Commissioners take taxpayers for ride over bus contract

The inability of the Regional Transportation Commission’s eight-member board to break a deadlock and make a decision on a bus contract is costing you even more money, as once again a government board has been sued in state court.

First Transit sued the RTC on Monday and asked District Judge Rob Bare to order that the contract, worth about $600 million over seven years, be signed by the RTC.

The bidding process for this contract has had a tortured history. One year ago, the RTC issued a request for proposals for a company to run the fixed bus routes in Southern Nevada. In May, the board voted 4-3 that First Transit made the best offer at $50  million less than the offer by Veolia Transportation, which currently holds the contract.

Yet the contract remains unsigned today. Meanwhile, four board members want to start all over.

The individual board members are not sued, just the RTC in general. But the members who have repeatedly voted against giving First Transit the contract are Clark County Commissioners Larry Brown and Chris Giunchigliani, and Las Vegas City Council members Steve Ross and Lois Tarkanian.

The board members who have voted in favor of First Transit receiving the bus contract are Mesquite Councilman Kraig Hafen, North Las Vegas Councilman Robert Eliason, Henderson Councilwoman Debra March and Boulder City Mayor Roger Tobler.

There’s no question that either company can handle the job. So it seemed like a no-brainer to give the contract to the low bidder, especially since the higher bid would require a 5 percent cut in routes, most likely in the rurals, to pay the higher amount.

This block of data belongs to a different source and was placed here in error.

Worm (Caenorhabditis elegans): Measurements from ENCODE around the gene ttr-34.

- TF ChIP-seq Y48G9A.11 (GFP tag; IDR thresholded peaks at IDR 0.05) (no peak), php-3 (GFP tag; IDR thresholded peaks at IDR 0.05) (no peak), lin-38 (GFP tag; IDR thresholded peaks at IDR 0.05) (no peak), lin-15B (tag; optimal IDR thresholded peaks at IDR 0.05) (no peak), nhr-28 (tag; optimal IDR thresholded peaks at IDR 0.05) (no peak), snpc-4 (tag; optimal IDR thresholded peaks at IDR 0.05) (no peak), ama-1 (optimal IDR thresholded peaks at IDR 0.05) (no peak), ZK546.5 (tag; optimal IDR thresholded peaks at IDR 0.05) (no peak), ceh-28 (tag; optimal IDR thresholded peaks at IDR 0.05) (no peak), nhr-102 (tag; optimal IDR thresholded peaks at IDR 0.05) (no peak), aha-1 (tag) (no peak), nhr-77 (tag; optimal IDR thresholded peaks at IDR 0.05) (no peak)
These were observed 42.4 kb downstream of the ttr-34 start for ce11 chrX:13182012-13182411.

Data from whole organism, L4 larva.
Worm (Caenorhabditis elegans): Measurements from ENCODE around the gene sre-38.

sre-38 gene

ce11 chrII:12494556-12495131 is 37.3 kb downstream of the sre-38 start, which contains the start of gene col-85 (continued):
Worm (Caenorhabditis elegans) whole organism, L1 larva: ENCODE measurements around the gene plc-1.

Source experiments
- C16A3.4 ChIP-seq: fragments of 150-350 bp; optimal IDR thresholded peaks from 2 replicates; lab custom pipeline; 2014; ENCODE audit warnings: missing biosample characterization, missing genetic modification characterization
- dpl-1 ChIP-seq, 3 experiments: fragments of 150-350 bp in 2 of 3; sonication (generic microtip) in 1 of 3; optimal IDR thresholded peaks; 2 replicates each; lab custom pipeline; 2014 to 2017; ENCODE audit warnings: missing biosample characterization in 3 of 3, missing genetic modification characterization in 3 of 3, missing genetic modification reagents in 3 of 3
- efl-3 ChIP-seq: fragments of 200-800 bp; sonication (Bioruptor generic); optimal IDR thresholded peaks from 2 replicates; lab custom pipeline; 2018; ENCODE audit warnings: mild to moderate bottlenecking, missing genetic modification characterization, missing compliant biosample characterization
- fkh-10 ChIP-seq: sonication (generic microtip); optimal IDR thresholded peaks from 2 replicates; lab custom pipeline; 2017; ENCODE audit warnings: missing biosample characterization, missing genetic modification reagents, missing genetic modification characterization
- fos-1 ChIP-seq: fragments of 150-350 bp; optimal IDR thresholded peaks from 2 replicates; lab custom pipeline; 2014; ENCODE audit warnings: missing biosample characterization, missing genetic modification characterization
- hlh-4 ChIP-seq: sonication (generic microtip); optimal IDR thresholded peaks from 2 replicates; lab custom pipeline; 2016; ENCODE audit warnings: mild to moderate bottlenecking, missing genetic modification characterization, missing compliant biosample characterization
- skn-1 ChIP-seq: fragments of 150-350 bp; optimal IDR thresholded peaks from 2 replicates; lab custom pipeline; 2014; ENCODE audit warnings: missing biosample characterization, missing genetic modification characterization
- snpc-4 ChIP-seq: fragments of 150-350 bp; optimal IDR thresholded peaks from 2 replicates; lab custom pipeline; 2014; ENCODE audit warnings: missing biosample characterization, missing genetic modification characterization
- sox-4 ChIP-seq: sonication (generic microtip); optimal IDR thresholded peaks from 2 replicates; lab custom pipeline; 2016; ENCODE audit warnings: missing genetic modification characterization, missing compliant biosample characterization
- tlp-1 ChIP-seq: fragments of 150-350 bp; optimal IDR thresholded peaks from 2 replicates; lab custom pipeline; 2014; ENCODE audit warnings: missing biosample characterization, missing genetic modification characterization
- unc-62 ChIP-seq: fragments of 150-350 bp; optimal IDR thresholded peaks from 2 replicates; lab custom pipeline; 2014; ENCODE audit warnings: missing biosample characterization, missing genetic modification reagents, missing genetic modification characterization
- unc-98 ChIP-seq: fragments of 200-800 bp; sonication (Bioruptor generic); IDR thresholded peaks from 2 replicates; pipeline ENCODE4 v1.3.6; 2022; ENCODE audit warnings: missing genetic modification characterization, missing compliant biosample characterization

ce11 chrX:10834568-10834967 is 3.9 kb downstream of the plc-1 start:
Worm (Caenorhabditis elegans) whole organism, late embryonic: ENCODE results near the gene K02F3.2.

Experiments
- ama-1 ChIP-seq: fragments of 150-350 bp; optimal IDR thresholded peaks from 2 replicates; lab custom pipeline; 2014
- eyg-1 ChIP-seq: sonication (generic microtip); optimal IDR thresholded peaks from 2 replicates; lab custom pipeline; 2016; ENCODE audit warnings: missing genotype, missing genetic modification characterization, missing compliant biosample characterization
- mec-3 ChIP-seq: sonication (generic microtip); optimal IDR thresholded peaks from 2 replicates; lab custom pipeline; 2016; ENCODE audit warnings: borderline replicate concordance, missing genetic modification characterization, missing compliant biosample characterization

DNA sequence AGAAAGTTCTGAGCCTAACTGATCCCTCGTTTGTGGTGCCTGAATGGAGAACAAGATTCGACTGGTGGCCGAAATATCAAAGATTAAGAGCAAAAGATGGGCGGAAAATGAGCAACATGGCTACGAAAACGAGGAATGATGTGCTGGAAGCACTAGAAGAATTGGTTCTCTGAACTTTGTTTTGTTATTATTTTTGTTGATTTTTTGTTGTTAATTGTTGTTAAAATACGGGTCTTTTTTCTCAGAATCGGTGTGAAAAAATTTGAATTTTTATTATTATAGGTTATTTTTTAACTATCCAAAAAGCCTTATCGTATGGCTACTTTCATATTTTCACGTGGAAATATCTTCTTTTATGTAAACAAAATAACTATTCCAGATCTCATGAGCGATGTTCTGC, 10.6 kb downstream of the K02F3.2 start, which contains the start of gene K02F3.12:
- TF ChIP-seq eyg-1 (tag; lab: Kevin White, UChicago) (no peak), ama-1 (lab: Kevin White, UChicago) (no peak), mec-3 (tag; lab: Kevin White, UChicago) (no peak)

But Brown, Giunchigliani and Ross expressed doubts and didn’t accept the RTC staff recommendation that First Transit was the best choice. Tarkanian, who is new to the board, said she didn’t like the idea of a monopoly, the same concerns Giunchigliani and Ross had. Brown had unanswered questions.

Decisions were postponed, even though the contract was supposed to be in effect starting Sept. 26.

Now remember, in May, First Transit was approved in a 4-3 vote to get the contract. Veolia successfully challenged the vote, saying the law required five votes to approve a motion, the majority of the board, not just those present. Another delay-causing boo-boo.

Three months have passed since First Transit was initially awarded the contract, and the RTC board still can’t make a decision?

In the August meeting, the four hold-outs voted to start all over again and structure the bid as a split contract instead of one contract. But it was 4-4, so that hasn’t happened.

Instead of waiting for the next RTC meeting on Sept. 8, and another possible stalemate, First Transit sued to force the RTC to sign the contract so that work can begin on staffing and training.

First Transit contends that Veolia has, in effect, been given the contract for at least six months “in response to a false emergency and threat to public welfare created by its own impasse, created by a minority of the (RTC board).”

That the RTC is doing this “at the expense of Nevada taxpayers and residents shocks the conscience and is a manifest abuse of discretion,” First Transit attorneys wrote in the complaint

I’m harsher than that. I see four elected officials who are wasting our money while citing unanswered questions and anti-monopoly philosophies. Well, you’ve had plenty of time to get your questions answered, and if you had a philosophy you wanted to promote, the right time to do that was a year ago, not this late in the game.

It’s absurd that it might take a judge to get a contract signed in Southern Nevada.

Whatever happened to leadership and compromise among elected officials?

Jane Ann Morrison’s column appears Monday, Thursday and Saturday. Email her at Jane@reviewjournal.com or call her at (702) 383-0275. She also blogs at lvrj.com/blogs/Morrison

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